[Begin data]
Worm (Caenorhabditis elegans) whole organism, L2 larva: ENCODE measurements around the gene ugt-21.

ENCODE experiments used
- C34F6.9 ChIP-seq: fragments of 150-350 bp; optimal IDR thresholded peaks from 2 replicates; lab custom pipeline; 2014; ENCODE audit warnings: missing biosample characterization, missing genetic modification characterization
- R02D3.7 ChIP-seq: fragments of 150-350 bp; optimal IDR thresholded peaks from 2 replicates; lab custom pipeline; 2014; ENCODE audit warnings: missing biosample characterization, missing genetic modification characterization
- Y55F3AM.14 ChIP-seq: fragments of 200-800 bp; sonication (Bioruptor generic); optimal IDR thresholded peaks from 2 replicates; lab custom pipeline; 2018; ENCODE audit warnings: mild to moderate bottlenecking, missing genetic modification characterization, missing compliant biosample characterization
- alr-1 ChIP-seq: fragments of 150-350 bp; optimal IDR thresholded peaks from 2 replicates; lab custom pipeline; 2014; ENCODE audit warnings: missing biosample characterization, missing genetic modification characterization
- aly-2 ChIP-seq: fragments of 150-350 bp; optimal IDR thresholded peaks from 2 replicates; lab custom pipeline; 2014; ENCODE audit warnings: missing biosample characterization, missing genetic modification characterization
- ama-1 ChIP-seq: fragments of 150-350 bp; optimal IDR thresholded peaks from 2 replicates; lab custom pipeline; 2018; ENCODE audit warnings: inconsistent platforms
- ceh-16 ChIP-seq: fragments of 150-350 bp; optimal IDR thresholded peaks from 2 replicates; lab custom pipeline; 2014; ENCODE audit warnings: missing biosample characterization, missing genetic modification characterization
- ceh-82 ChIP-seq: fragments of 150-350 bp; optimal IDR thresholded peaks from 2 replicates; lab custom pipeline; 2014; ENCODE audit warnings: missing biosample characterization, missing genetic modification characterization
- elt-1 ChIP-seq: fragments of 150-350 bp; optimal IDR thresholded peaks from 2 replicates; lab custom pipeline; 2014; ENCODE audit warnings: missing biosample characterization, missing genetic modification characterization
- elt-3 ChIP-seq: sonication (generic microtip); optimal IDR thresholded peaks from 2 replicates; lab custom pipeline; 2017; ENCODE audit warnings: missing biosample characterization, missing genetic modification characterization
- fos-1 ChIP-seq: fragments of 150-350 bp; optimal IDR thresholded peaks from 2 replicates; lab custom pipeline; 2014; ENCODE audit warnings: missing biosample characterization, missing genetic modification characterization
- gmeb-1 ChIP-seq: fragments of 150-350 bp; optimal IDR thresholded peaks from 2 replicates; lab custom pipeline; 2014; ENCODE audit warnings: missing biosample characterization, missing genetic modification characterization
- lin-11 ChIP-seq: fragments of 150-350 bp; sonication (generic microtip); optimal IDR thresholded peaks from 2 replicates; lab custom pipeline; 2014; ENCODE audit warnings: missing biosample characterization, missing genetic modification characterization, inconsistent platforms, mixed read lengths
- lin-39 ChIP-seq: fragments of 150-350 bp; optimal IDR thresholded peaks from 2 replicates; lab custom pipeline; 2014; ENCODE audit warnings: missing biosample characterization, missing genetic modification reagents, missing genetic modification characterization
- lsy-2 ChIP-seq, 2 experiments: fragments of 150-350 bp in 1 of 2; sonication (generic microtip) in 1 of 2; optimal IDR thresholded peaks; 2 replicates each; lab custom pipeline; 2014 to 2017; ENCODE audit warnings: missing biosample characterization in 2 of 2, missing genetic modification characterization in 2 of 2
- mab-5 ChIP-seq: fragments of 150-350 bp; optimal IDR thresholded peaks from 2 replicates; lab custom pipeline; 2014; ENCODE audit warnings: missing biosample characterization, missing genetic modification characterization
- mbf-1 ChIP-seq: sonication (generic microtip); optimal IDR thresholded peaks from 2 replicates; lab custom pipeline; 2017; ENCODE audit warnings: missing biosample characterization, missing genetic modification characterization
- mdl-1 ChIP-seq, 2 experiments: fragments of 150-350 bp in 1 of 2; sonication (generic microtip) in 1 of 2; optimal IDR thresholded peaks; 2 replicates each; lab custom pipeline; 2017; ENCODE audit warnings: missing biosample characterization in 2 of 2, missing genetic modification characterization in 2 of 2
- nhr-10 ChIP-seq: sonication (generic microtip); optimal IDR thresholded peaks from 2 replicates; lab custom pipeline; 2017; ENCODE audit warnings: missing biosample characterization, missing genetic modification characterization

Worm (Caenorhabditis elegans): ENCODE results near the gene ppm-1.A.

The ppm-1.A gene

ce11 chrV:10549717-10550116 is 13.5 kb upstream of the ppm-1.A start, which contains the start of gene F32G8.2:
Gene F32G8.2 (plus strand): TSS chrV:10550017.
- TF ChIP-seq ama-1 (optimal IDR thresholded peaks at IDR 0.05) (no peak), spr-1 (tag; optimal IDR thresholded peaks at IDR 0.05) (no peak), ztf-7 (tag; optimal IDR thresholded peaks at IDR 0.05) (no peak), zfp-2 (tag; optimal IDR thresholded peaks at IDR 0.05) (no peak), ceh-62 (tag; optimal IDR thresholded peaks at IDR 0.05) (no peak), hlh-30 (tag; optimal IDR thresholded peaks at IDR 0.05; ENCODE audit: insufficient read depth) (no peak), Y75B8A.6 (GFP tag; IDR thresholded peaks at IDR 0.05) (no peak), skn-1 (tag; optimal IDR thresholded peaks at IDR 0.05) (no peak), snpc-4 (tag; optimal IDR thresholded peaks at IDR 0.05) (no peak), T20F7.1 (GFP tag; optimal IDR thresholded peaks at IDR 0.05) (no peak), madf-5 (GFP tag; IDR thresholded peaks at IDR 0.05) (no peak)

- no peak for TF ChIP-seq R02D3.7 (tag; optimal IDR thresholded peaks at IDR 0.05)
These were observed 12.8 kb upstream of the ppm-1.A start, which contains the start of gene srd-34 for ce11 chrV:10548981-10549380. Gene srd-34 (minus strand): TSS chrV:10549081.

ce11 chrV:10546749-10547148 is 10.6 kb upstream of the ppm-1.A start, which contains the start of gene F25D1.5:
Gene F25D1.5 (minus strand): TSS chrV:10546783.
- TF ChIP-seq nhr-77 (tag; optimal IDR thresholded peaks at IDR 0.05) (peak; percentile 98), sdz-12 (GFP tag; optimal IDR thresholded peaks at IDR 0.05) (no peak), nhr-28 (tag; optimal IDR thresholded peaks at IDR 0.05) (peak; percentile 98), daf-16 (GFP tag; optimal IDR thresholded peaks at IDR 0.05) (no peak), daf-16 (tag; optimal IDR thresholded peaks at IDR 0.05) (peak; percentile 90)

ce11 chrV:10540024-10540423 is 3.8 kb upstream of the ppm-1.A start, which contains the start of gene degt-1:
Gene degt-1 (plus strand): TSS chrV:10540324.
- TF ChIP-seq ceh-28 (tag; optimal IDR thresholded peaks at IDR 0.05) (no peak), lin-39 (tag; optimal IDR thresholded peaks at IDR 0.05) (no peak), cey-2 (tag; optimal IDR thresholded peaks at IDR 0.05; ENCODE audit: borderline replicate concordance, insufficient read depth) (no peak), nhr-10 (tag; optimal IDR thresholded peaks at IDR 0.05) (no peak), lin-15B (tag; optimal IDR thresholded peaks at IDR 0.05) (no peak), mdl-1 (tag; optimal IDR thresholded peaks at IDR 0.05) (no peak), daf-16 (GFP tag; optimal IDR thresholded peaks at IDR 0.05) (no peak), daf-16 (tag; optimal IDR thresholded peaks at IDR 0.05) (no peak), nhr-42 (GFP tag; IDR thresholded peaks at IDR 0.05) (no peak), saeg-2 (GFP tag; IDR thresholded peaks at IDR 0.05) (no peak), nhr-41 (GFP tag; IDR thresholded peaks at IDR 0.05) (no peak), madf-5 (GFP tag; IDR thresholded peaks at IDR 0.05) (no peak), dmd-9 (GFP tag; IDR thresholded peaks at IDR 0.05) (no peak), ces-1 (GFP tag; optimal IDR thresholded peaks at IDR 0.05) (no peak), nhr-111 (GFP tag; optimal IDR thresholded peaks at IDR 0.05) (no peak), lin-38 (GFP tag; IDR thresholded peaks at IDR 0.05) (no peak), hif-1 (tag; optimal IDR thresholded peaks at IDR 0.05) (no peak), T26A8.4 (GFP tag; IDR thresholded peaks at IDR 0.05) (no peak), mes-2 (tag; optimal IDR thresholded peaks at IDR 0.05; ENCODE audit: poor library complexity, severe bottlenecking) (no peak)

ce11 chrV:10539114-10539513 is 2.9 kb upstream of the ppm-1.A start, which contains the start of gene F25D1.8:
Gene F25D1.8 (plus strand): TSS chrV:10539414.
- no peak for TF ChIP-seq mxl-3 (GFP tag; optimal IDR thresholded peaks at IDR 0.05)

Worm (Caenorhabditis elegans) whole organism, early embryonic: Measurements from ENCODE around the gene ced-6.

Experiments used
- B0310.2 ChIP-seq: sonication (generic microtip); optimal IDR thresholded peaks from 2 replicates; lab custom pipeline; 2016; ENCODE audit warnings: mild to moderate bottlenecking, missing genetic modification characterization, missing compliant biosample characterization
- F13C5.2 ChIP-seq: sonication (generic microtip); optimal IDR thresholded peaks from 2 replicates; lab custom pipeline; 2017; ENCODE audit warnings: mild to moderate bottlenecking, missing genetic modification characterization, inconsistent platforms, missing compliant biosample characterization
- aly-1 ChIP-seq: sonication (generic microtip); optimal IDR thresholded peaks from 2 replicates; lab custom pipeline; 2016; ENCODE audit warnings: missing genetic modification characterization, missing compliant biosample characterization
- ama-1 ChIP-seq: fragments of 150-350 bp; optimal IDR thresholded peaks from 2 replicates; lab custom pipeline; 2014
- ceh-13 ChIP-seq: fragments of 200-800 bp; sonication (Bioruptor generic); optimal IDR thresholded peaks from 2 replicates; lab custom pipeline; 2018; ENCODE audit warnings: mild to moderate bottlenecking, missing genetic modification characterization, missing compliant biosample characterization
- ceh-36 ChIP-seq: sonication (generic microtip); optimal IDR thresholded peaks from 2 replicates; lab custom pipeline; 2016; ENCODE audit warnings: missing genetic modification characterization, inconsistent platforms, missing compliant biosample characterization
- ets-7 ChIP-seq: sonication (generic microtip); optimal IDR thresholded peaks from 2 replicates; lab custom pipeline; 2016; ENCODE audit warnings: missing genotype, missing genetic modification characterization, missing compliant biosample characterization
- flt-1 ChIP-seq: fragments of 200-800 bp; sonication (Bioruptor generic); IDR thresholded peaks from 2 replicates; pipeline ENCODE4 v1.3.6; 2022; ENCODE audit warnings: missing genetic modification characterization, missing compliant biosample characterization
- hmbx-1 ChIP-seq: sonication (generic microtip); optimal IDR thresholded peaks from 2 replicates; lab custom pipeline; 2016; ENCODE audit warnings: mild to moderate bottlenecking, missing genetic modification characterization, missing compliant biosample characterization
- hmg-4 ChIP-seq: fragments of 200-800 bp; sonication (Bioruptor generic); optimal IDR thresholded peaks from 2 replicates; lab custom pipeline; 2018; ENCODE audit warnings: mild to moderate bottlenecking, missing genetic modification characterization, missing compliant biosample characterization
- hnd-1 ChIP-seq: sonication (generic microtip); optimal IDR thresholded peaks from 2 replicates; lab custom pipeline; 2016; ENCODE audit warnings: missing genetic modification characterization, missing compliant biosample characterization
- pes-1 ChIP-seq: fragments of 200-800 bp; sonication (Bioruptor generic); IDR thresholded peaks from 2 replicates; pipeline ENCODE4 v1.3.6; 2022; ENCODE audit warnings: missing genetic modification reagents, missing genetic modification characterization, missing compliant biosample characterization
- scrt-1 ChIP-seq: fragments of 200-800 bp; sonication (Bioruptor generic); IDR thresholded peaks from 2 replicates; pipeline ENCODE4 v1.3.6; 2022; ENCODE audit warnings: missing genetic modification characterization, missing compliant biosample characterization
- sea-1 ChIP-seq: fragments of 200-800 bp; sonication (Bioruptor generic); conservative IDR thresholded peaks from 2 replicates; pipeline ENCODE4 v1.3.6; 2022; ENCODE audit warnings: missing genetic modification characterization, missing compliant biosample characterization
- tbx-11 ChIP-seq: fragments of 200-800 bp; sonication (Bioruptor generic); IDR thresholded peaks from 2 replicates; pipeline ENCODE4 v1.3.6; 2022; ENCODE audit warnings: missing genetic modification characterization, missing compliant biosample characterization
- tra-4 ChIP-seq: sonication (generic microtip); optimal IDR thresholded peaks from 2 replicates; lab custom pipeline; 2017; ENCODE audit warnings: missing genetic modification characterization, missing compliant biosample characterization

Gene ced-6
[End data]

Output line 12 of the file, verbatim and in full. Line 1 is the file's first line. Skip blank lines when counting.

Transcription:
- elt-3 ChIP-seq: sonication (generic microtip); optimal IDR thresholded peaks from 2 replicates; lab custom pipeline; 2017; ENCODE audit warnings: missing biosample characterization, missing genetic modification characterization